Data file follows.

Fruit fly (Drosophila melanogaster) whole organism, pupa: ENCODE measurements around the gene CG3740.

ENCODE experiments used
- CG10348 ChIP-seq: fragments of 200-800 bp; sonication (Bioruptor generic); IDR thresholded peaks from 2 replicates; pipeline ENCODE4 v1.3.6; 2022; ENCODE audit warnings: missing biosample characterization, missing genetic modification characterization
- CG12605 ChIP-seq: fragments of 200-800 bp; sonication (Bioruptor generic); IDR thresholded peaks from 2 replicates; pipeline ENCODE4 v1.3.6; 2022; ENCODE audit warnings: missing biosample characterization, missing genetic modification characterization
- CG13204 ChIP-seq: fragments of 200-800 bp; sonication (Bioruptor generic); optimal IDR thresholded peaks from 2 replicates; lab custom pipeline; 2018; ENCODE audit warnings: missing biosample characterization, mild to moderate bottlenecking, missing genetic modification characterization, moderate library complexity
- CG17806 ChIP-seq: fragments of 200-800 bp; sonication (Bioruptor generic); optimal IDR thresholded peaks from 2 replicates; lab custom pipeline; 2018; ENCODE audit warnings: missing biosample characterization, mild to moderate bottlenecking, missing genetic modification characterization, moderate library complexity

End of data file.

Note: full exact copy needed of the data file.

Fruit fly (Drosophila melanogaster) whole organism, pupa: ENCODE measurements around the gene CG3740.

ENCODE experiments used
- CG10348 ChIP-seq: fragments of 200-800 bp; sonication (Bioruptor generic); IDR thresholded peaks from 2 replicates; pipeline ENCODE4 v1.3.6; 2022; ENCODE audit warnings: missing biosample characterization, missing genetic modification characterization
- CG12605 ChIP-seq: fragments of 200-800 bp; sonication (Bioruptor generic); IDR thresholded peaks from 2 replicates; pipeline ENCODE4 v1.3.6; 2022; ENCODE audit warnings: missing biosample characterization, missing genetic modification characterization
- CG13204 ChIP-seq: fragments of 200-800 bp; sonication (Bioruptor generic); optimal IDR thresholded peaks from 2 replicates; lab custom pipeline; 2018; ENCODE audit warnings: missing biosample characterization, mild to moderate bottlenecking, missing genetic modification characterization, moderate library complexity
- CG17806 ChIP-seq: fragments of 200-800 bp; sonication (Bioruptor generic); optimal IDR thresholded peaks from 2 replicates; lab custom pipeline; 2018; ENCODE audit warnings: missing biosample characterization, mild to moderate bottlenecking, missing genetic modification characterization, moderate library complexity